According to sources, Taliban negotiators have moved to the Afghan presidential palace to prepare for a “transfer” of power. After talks between the Afghan government and Taliban negotiators, an interim Taliban-led government was announced. Afghanistan’s new government will supposedly be led by Taliban leader Mullah Abdul Ghani Baradar.
According to sources, Mullah Baradar entered the presidential palace with the help of Qatar, which has been helping the Taliban and the Afghan government in negotiations, and with the green light from the United States.
After infiltrating the outskirts of Kabul, the Taliban issued a statement saying they have no plans to take the Afghan capital by force. Three Afghan officials told the PA the fighters were in the capital’s Kalakan, Qarabagh and Paghman districts. The Taliban statement came after the Afghan Interior Ministry announced that the Taliban had begun to enter the Afghan capital from all sides.
“The Taliban instructs all their forces to stay at the gates of Kabul, not to try to enter the city. Until the completion of the transition process, the security of the city of Kabul must be maintained. We have no intention of taking revenge on anyone, everyone who served in the military and civilian sectors in the Kabul administration is forgiven and safe. Everyone should stay in their own places and at home and not try to leave the country,” the Taliban said.
Earlier today, Afghanistan’s acting Interior Minister, Abdul Sattar Mirzakwal, also announced that Kabul will not be attacked by the Taliban and that the transition will take place peacefully, according to Tolo News. He assured residents that security forces will ensure the city’s security.
The fall of Mazar-e-Sharif – a heavily defended city on Sunday morning has left the Afghan crisis out of control. With control over Mazar-e-Sharif, the Taliban confined the government led by Ashraf Ghani to the center and east. Given this great influence, the nation failed to protect its capital. The militant group took over all the border posts leading to Kabul, leaving only Kabul airport as the remaining outlet for the war-torn nation. Helicopters were seen landing at the US Embassy in Kabul when diplomatic vehicles began leaving the complex after destroying confidential documents.
On Sunday, Taliban insurgents entered Afghanistan’s capital, Kabul, an Interior Ministry official said, as the United States evacuated diplomats from its embassy by helicopter.
The official told Reuters the Taliban were arriving “from all sides”, but gave no further details.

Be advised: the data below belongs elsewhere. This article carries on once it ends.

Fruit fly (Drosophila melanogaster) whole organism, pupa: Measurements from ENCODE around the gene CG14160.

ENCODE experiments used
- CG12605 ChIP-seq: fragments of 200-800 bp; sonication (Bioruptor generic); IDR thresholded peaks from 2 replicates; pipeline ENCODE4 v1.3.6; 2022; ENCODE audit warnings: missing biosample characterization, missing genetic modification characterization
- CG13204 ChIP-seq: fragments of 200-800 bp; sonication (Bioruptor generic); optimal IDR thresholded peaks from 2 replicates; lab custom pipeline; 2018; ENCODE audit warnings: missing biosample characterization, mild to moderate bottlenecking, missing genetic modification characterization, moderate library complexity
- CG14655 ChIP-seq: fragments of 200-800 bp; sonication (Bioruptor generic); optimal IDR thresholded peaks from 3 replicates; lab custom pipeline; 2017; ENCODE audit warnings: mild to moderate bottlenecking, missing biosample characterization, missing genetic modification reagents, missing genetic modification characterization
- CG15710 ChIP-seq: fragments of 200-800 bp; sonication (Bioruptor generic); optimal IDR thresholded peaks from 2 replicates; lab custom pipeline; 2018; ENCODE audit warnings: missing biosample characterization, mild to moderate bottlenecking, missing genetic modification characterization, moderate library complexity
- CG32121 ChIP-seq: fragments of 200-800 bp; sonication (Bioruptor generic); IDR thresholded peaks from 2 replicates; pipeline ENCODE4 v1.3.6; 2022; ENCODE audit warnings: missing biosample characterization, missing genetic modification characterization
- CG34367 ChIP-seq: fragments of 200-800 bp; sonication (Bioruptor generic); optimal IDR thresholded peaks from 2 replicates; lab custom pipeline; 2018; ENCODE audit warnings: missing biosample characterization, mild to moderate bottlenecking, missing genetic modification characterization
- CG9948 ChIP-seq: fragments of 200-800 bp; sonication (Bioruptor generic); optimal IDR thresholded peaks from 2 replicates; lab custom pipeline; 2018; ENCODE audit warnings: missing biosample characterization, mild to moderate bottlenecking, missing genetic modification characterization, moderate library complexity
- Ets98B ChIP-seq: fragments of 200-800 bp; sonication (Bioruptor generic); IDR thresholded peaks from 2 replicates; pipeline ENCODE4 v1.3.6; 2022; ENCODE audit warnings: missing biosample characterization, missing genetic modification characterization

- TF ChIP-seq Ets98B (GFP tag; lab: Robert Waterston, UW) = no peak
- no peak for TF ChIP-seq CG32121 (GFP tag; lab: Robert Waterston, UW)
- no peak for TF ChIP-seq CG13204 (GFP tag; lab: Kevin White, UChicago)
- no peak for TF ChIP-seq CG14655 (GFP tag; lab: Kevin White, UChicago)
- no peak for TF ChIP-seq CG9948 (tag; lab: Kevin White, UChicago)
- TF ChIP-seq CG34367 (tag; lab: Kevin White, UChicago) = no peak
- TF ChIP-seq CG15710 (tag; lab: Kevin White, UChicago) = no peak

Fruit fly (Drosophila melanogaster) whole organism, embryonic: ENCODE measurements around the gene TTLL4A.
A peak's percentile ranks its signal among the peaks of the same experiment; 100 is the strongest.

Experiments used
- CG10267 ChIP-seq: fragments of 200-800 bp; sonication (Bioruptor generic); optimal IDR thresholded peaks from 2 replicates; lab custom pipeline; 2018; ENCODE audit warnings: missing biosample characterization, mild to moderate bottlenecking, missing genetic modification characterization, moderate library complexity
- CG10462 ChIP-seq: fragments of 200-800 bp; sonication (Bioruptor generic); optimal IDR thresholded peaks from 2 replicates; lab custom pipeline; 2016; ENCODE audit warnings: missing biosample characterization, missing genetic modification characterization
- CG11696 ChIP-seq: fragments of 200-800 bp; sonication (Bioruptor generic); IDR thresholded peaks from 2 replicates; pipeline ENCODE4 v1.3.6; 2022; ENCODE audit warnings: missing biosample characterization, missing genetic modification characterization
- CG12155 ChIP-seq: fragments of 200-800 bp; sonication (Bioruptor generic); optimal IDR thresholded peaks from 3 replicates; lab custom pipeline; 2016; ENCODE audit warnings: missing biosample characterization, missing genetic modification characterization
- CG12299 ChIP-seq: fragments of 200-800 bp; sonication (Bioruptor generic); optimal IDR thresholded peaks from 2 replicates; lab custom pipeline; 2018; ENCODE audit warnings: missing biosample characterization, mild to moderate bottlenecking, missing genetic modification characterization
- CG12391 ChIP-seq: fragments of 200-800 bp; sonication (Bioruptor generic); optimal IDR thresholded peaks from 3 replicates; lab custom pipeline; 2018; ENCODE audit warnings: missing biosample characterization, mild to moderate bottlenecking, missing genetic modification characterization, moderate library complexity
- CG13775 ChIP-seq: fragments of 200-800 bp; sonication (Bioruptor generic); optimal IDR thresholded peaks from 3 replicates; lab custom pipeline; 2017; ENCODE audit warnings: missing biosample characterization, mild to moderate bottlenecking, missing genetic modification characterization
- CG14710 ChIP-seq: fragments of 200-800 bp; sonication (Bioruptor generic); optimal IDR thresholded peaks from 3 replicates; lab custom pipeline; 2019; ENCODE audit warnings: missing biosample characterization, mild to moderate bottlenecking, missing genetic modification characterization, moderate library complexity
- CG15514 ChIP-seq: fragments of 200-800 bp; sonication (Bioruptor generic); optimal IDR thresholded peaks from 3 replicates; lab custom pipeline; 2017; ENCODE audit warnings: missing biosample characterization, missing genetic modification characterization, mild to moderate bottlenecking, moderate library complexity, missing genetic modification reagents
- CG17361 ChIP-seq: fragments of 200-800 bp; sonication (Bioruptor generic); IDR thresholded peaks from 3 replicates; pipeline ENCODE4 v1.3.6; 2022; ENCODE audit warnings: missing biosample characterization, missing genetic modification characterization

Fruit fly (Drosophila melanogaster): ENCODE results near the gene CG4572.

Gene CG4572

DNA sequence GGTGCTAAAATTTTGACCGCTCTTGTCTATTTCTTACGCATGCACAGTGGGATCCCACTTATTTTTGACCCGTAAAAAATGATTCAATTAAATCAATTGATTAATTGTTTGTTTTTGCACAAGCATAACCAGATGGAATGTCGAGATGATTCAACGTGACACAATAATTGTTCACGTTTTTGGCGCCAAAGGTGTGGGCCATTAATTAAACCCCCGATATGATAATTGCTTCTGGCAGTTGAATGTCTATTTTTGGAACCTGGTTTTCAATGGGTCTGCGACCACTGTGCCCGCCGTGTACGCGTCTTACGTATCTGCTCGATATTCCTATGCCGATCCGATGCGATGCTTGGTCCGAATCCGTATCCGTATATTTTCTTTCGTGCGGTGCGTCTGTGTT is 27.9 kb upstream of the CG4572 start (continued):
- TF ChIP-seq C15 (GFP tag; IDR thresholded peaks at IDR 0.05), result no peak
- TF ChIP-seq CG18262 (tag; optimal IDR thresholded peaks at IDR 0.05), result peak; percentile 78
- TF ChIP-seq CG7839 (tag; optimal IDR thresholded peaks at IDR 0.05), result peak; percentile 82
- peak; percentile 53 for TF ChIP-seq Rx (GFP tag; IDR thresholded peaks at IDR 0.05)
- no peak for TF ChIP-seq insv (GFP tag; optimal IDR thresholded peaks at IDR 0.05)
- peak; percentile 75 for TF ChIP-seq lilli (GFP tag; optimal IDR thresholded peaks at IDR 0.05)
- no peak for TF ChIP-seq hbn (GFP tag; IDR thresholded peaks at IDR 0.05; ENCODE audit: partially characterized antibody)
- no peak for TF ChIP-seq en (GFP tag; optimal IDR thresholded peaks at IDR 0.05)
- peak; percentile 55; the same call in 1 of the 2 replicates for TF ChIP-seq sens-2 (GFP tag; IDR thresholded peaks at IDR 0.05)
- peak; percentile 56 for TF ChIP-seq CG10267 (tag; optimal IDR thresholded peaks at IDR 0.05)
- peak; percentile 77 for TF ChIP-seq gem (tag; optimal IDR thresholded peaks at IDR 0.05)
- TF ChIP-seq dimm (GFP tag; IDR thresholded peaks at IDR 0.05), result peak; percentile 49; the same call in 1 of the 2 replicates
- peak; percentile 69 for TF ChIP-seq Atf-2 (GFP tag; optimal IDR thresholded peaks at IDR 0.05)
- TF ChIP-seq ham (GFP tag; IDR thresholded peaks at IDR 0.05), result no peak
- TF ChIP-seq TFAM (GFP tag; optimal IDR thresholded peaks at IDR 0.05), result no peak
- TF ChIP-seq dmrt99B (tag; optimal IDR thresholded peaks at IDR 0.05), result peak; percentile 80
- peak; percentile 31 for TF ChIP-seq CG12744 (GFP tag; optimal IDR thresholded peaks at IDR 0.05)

A tweet from the Afghan presidential palace account said gunshots were heard at various points around Kabul, but that security forces, in coordination with international partners, were in control of the city.
US officials said diplomats were being transported to the embassy airport in the fortified Wazir Akbar Khan district. More American troops were being sent to help with evacuations after the Taliban’s lightning advances brought the Islamist group to Kabul in a matter of days.
Last week, a US intelligence estimate said Kabul could hold out for at least three months.
Members of the US “core” team were working at the Kabul airport, a US official said, while a NATO official said several EU officials had moved to a safer, undisclosed location in the capital.
A Taliban official told Reuters the group did not want any casualties upon taking control but did not declare a ceasefire.
There was no immediate word on the plight of President Ashraf Ghani, who said Saturday he was in urgent consultations with local leaders and international partners about the situation.
Earlier on Sunday, insurgents captured the eastern city of Jalalabad without a fight, giving them control of one of the main highways into Afghanistan. They also occupied the Torkham border post with Pakistan, leaving Kabul airport as the only exit from Afghanistan that is still in government hands.
Jalalabad’s capture followed the Taliban’s capture of the northern city of Mazar-i-Sharif on Saturday night, also with little fighting.
“There are no clashes going on right now in Jalalabad because the governor has surrendered to the Taliban,” a Jalalabad-based Afghan official told Reuters.
“Allowing passage to the Taliban was the only way to save civilian lives.”
A video clip distributed by the Taliban showed people applauding and shouting Allahu Akbar – God is the greatest – as a convoy of trucks enters the city with fighters brandishing machine guns and the white Taliban flag.
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In the early hours of Sunday, refugees from Taliban-controlled provinces were seen unloading belongings from taxis and families were outside the embassy gates, while the city center was crowded with people stocking up on supplies.
One resident said late Saturday that hundreds of people slept huddled together in tents or outdoors in the city, on the side of roads, or in parking lots. “You can see the fear in their faces,” he said.
Biden said his government had told Taliban officials at talks in Qatar that any action that would put US personnel at risk “will have a swift and strong American military response.”
It has faced mounting internal criticism as the Taliban took over the city much more quickly than anticipated after ending the military mission in the country.
Biden said it was up to the Afghan military to maintain its own territory. “An unending American presence in the midst of another country’s civil conflict was not acceptable to me,” Biden said on Saturday.